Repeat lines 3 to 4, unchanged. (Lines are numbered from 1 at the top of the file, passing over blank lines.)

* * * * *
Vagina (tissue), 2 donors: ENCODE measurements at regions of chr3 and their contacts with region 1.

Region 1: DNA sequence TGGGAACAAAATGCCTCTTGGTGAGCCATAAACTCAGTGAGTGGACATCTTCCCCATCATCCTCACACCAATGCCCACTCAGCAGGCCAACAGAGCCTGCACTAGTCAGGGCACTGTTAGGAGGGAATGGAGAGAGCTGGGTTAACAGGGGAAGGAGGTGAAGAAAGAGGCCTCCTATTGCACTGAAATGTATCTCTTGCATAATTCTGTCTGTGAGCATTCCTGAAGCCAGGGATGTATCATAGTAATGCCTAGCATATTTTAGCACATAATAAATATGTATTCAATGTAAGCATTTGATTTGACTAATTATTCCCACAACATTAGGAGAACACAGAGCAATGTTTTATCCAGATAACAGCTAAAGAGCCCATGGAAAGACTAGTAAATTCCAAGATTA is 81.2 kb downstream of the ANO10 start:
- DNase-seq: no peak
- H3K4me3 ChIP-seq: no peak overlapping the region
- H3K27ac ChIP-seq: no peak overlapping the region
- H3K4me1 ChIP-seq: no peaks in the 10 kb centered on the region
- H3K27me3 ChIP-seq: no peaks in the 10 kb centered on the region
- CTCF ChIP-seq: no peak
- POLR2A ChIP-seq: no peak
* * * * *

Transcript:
- DNase-seq: no peak
- H3K4me3 ChIP-seq: no peak overlapping the region